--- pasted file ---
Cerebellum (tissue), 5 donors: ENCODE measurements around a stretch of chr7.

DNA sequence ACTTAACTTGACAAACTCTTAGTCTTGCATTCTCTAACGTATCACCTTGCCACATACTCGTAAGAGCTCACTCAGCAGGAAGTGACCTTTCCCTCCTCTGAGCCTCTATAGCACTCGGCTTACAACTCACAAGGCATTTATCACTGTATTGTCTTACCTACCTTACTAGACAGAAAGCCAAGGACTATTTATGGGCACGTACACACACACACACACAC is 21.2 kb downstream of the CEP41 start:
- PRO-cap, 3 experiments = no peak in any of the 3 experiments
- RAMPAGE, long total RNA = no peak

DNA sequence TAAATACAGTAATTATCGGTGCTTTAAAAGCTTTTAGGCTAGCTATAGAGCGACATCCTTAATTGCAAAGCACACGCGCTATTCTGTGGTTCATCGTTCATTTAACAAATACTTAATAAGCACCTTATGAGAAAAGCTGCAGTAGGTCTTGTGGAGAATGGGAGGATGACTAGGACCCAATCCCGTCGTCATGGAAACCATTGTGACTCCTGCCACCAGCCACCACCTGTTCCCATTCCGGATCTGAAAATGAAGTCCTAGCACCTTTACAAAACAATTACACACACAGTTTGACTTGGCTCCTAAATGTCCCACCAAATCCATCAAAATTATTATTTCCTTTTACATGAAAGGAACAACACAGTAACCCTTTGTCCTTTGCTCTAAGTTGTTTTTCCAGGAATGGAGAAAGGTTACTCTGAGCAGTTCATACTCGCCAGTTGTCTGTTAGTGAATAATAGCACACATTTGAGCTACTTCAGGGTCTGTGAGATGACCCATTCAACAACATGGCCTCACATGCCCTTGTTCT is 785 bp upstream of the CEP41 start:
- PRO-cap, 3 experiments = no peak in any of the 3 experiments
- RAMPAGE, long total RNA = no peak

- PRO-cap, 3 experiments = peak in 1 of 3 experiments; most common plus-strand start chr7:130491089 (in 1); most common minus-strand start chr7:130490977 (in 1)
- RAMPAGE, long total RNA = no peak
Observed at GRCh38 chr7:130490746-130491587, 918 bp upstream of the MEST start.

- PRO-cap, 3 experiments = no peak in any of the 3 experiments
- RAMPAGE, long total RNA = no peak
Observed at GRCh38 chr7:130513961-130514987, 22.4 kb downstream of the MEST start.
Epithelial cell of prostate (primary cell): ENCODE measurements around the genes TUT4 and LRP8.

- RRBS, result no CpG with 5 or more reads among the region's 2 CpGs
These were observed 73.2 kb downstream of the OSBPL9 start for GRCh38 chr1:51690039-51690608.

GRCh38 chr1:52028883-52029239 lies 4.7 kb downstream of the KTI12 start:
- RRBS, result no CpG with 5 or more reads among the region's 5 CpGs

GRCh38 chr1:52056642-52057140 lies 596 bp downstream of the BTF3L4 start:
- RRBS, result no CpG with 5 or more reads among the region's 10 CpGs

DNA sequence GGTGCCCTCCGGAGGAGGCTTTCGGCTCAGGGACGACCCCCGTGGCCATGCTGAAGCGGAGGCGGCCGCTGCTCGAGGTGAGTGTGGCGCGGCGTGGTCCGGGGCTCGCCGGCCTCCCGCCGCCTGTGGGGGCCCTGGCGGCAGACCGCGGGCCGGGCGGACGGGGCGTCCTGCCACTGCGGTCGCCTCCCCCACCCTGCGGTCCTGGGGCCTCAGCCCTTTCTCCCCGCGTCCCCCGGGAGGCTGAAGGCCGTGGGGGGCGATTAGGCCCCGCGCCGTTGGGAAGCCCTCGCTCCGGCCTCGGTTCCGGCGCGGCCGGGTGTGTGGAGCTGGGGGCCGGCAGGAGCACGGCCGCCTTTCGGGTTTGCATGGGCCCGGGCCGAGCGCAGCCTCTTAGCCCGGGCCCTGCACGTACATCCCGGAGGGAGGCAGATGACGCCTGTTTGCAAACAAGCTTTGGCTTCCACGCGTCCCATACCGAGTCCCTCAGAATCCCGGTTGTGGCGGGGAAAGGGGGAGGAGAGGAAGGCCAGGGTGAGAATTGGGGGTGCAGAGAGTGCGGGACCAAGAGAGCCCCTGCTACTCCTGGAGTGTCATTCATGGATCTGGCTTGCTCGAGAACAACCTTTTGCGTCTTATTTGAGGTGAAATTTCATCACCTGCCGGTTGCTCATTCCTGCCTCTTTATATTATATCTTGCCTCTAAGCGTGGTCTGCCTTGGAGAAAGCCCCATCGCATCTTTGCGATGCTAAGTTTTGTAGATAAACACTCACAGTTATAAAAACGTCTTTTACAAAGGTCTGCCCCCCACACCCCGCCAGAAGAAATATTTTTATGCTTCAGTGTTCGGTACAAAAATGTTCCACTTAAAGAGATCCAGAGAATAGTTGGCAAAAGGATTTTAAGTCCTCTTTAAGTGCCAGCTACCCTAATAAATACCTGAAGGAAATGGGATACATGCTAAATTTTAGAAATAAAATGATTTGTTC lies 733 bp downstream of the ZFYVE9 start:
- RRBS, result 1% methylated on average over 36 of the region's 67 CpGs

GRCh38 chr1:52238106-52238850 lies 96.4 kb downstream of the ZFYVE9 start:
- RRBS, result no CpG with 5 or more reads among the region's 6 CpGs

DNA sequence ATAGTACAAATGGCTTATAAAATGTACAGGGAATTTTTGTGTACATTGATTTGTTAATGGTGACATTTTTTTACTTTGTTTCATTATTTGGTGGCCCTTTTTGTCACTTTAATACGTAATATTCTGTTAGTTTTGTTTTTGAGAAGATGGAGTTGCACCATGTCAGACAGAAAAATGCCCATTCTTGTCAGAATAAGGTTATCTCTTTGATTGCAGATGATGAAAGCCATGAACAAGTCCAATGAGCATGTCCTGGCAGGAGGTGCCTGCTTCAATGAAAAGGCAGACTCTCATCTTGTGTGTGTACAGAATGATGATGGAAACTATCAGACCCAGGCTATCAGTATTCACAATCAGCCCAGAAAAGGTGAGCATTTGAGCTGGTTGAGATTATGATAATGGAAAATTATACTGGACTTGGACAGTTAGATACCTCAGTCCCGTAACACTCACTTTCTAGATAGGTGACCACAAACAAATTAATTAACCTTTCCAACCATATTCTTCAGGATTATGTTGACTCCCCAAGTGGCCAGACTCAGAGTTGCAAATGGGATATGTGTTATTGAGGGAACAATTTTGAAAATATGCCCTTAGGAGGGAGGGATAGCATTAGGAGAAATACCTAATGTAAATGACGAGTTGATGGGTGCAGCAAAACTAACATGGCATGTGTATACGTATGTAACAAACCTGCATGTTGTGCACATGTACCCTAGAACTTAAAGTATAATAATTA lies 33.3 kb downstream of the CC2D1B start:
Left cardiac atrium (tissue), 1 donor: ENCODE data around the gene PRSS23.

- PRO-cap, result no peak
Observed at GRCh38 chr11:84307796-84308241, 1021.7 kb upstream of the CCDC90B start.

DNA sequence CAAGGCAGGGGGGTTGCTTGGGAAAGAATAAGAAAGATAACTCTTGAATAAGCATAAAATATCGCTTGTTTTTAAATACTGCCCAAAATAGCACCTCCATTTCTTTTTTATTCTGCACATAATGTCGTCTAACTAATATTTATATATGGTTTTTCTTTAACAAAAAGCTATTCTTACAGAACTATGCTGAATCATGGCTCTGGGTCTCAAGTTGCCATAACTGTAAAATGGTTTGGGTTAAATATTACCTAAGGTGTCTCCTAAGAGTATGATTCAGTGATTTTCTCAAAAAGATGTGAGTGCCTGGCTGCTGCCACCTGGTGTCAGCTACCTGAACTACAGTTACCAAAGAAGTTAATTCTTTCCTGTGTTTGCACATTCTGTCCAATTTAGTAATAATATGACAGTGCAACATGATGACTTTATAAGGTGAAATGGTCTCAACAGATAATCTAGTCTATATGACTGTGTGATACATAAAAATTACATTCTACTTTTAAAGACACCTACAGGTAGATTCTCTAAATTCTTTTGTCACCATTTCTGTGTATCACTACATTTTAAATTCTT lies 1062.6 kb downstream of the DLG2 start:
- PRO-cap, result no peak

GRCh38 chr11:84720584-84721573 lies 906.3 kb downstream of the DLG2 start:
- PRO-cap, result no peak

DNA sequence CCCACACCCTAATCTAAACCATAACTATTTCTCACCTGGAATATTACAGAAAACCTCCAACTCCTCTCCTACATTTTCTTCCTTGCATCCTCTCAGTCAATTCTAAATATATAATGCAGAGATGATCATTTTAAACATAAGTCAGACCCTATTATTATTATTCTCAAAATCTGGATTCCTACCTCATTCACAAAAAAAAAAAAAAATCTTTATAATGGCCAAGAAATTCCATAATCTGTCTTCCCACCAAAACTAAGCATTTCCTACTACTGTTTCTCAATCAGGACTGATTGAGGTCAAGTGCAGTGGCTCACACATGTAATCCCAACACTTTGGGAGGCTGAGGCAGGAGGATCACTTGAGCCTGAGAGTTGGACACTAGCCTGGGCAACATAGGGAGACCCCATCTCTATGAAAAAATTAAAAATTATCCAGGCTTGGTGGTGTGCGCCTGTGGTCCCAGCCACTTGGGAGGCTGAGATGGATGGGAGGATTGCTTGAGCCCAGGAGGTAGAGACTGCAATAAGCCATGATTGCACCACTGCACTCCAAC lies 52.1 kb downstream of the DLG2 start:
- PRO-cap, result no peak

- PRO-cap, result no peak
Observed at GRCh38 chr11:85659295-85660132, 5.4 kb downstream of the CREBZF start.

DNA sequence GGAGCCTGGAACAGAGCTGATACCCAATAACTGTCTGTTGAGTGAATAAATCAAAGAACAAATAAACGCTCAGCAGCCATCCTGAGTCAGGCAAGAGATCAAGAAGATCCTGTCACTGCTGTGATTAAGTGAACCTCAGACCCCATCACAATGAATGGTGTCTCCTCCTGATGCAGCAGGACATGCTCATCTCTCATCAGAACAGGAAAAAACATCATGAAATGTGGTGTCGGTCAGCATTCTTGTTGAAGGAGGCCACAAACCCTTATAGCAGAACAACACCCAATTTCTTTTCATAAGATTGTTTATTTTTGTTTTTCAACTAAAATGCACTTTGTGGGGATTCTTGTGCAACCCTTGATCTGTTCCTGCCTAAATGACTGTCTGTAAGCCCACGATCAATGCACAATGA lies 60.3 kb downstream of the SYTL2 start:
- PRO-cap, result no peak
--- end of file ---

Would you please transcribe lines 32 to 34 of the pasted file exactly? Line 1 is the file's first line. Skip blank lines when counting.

- PRO-cap, result no peak

DNA sequence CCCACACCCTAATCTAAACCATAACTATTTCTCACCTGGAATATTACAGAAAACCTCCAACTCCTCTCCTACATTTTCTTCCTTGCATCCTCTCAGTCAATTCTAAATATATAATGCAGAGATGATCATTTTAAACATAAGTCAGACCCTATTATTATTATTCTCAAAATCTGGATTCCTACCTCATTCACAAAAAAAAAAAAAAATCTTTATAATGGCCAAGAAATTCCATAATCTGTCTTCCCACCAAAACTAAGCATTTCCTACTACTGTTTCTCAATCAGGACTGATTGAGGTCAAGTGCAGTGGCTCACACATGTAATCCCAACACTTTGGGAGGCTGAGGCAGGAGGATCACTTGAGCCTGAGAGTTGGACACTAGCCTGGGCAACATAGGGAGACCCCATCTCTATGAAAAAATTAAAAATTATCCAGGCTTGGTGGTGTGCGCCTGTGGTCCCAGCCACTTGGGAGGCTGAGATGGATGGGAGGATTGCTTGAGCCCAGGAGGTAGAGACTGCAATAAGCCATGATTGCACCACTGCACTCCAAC lies 52.1 kb downstream of the DLG2 start:
- PRO-cap, result no peak